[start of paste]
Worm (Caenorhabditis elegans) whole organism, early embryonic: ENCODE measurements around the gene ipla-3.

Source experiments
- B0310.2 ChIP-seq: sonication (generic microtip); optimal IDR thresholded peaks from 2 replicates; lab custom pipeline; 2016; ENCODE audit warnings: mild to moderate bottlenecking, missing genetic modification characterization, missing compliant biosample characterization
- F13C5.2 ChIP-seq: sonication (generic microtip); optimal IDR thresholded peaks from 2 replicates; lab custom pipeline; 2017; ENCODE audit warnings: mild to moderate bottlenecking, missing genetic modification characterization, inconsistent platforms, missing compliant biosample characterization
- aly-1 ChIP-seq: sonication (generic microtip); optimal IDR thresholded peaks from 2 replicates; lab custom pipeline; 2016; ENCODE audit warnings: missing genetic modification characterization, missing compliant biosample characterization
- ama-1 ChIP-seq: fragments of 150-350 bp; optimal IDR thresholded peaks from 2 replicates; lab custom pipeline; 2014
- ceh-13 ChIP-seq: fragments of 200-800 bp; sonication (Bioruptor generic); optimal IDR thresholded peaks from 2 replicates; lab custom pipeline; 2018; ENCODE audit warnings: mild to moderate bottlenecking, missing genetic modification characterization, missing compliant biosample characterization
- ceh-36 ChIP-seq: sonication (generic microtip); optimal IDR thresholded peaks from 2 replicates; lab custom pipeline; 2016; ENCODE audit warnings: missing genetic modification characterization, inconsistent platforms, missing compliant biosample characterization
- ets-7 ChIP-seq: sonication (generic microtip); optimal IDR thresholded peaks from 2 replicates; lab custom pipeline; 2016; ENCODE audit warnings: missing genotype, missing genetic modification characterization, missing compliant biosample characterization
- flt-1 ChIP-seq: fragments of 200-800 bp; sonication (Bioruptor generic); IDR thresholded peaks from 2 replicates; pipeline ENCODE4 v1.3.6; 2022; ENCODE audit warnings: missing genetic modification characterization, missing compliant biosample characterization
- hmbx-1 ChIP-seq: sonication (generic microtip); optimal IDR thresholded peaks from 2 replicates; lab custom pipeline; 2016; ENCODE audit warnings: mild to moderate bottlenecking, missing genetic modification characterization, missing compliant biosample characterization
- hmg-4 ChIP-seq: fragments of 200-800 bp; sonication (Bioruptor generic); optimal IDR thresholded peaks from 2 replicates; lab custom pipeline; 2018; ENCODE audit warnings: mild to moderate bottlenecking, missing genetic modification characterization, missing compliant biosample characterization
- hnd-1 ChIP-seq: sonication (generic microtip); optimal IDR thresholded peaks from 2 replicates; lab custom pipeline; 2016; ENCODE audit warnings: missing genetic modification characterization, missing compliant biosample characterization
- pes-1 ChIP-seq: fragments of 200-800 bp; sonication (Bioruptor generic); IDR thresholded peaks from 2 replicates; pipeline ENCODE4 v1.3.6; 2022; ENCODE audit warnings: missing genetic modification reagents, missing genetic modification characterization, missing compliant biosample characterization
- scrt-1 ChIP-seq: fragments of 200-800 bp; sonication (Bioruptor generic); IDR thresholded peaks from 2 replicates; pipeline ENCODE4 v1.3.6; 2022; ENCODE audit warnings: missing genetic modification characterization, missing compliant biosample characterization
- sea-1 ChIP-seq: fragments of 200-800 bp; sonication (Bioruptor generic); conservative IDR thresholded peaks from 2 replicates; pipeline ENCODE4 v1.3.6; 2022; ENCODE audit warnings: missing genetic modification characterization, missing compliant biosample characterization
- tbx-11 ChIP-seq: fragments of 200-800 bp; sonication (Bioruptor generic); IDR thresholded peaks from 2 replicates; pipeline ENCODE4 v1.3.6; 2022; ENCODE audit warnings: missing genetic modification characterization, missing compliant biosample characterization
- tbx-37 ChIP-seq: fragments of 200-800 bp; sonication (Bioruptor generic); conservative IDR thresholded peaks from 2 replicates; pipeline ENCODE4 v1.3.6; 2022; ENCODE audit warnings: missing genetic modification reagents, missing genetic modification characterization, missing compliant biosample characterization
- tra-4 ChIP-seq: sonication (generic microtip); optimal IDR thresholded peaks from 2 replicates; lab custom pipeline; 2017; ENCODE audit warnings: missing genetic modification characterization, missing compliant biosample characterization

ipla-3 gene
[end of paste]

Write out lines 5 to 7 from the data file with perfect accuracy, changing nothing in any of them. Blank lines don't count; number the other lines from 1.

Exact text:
- aly-1 ChIP-seq: sonication (generic microtip); optimal IDR thresholded peaks from 2 replicates; lab custom pipeline; 2016; ENCODE audit warnings: missing genetic modification characterization, missing compliant biosample characterization
- ama-1 ChIP-seq: fragments of 150-350 bp; optimal IDR thresholded peaks from 2 replicates; lab custom pipeline; 2014
- ceh-13 ChIP-seq: fragments of 200-800 bp; sonication (Bioruptor generic); optimal IDR thresholded peaks from 2 replicates; lab custom pipeline; 2018; ENCODE audit warnings: mild to moderate bottlenecking, missing genetic modification characterization, missing compliant biosample characterization